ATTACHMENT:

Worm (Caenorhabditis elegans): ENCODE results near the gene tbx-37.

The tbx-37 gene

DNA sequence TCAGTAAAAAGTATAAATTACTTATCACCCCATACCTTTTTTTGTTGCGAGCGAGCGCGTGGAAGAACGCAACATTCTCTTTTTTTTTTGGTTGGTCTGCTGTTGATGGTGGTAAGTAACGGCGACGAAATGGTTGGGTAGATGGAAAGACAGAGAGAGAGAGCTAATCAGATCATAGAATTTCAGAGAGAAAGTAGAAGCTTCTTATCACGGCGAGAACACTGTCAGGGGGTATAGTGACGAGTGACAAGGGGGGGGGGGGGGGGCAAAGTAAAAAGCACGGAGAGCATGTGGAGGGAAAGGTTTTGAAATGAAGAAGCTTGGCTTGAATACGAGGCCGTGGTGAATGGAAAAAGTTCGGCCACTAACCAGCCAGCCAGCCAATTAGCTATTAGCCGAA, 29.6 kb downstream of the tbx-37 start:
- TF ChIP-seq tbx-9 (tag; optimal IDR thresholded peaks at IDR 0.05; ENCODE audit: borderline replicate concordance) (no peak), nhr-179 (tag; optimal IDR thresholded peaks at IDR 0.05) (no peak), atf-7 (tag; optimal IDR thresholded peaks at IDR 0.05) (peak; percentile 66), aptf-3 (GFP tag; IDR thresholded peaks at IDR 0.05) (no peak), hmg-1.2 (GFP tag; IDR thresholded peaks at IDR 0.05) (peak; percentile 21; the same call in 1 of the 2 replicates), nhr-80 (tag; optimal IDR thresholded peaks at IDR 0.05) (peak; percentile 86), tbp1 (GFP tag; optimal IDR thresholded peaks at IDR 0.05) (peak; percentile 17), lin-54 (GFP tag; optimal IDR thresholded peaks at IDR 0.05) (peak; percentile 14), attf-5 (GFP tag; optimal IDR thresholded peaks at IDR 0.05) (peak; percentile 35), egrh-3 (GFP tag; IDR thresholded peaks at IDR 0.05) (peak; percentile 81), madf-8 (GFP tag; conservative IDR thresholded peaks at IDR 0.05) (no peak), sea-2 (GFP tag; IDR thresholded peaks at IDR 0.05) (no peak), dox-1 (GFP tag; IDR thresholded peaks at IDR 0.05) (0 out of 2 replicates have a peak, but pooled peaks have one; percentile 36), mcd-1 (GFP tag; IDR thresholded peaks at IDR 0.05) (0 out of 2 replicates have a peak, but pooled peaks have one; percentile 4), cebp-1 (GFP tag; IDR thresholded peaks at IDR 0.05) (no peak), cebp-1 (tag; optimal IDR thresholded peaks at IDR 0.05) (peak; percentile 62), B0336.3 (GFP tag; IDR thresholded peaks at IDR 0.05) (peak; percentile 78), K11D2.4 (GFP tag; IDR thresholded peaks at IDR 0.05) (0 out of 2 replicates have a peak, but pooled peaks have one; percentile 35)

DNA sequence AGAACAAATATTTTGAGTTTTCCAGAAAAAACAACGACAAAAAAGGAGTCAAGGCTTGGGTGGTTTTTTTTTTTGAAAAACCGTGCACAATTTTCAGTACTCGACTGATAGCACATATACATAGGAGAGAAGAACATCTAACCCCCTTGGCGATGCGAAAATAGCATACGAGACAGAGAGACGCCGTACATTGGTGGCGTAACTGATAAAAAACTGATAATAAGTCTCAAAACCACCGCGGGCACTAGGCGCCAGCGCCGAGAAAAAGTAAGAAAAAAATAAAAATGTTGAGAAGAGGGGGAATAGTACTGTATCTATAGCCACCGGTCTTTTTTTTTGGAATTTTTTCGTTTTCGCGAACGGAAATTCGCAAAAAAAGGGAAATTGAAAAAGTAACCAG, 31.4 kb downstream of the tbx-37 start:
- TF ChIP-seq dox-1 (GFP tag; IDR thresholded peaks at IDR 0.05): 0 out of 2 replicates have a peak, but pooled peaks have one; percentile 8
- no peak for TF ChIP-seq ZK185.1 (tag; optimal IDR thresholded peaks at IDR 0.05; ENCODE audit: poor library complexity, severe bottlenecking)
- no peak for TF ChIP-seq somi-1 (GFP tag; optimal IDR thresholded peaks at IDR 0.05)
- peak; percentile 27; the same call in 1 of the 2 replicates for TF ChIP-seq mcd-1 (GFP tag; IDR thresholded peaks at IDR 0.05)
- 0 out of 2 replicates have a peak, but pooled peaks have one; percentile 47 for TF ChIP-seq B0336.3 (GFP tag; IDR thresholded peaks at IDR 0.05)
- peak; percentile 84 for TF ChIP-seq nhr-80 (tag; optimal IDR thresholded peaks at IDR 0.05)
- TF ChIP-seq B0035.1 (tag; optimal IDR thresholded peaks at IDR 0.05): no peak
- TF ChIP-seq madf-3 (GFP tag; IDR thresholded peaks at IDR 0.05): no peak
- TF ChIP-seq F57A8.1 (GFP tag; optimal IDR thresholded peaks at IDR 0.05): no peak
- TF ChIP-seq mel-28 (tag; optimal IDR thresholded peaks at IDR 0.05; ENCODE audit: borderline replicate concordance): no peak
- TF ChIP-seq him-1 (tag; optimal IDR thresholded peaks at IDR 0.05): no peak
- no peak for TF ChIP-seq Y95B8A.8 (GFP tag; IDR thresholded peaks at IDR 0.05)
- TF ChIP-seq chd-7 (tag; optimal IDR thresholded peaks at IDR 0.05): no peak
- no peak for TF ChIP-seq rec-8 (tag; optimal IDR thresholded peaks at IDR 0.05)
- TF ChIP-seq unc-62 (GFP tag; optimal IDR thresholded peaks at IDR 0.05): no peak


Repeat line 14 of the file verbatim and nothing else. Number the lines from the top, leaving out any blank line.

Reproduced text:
- TF ChIP-seq F57A8.1 (GFP tag; optimal IDR thresholded peaks at IDR 0.05): no peak